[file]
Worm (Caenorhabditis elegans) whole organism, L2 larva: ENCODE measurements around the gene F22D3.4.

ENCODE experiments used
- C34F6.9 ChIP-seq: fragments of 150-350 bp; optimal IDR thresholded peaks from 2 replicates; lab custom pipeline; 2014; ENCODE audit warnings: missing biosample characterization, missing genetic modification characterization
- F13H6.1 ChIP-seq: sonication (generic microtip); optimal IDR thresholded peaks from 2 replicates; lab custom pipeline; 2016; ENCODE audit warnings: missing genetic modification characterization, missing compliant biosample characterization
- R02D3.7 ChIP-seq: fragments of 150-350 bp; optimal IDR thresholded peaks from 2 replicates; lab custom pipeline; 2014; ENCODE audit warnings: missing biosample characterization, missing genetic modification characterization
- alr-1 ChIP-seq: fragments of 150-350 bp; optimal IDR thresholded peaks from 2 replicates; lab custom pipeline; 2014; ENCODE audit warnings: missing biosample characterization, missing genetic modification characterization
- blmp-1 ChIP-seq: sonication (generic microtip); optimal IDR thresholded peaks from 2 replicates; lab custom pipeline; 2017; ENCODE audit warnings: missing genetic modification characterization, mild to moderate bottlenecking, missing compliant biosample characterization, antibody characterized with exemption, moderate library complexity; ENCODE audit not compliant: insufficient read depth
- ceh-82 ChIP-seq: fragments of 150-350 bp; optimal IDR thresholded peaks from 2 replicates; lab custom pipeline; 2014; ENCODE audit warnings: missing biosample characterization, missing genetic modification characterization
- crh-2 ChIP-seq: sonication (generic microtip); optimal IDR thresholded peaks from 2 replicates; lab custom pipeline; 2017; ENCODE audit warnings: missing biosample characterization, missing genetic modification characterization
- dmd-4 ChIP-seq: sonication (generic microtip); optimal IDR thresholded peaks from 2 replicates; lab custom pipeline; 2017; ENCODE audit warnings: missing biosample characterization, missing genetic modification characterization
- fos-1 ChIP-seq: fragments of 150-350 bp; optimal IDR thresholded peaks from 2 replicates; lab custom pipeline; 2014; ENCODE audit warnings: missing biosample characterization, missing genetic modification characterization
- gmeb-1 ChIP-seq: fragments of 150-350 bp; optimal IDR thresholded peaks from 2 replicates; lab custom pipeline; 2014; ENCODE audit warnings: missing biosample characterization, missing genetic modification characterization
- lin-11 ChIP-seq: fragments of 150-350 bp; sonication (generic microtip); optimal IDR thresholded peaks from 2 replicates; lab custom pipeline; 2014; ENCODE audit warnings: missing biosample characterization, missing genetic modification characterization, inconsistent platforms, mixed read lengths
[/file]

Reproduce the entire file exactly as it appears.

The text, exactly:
Worm (Caenorhabditis elegans) whole organism, L2 larva: ENCODE measurements around the gene F22D3.4.

ENCODE experiments used
- C34F6.9 ChIP-seq: fragments of 150-350 bp; optimal IDR thresholded peaks from 2 replicates; lab custom pipeline; 2014; ENCODE audit warnings: missing biosample characterization, missing genetic modification characterization
- F13H6.1 ChIP-seq: sonication (generic microtip); optimal IDR thresholded peaks from 2 replicates; lab custom pipeline; 2016; ENCODE audit warnings: missing genetic modification characterization, missing compliant biosample characterization
- R02D3.7 ChIP-seq: fragments of 150-350 bp; optimal IDR thresholded peaks from 2 replicates; lab custom pipeline; 2014; ENCODE audit warnings: missing biosample characterization, missing genetic modification characterization
- alr-1 ChIP-seq: fragments of 150-350 bp; optimal IDR thresholded peaks from 2 replicates; lab custom pipeline; 2014; ENCODE audit warnings: missing biosample characterization, missing genetic modification characterization
- blmp-1 ChIP-seq: sonication (generic microtip); optimal IDR thresholded peaks from 2 replicates; lab custom pipeline; 2017; ENCODE audit warnings: missing genetic modification characterization, mild to moderate bottlenecking, missing compliant biosample characterization, antibody characterized with exemption, moderate library complexity; ENCODE audit not compliant: insufficient read depth
- ceh-82 ChIP-seq: fragments of 150-350 bp; optimal IDR thresholded peaks from 2 replicates; lab custom pipeline; 2014; ENCODE audit warnings: missing biosample characterization, missing genetic modification characterization
- crh-2 ChIP-seq: sonication (generic microtip); optimal IDR thresholded peaks from 2 replicates; lab custom pipeline; 2017; ENCODE audit warnings: missing biosample characterization, missing genetic modification characterization
- dmd-4 ChIP-seq: sonication (generic microtip); optimal IDR thresholded peaks from 2 replicates; lab custom pipeline; 2017; ENCODE audit warnings: missing biosample characterization, missing genetic modification characterization
- fos-1 ChIP-seq: fragments of 150-350 bp; optimal IDR thresholded peaks from 2 replicates; lab custom pipeline; 2014; ENCODE audit warnings: missing biosample characterization, missing genetic modification characterization
- gmeb-1 ChIP-seq: fragments of 150-350 bp; optimal IDR thresholded peaks from 2 replicates; lab custom pipeline; 2014; ENCODE audit warnings: missing biosample characterization, missing genetic modification characterization
- lin-11 ChIP-seq: fragments of 150-350 bp; sonication (generic microtip); optimal IDR thresholded peaks from 2 replicates; lab custom pipeline; 2014; ENCODE audit warnings: missing biosample characterization, missing genetic modification characterization, inconsistent platforms, mixed read lengths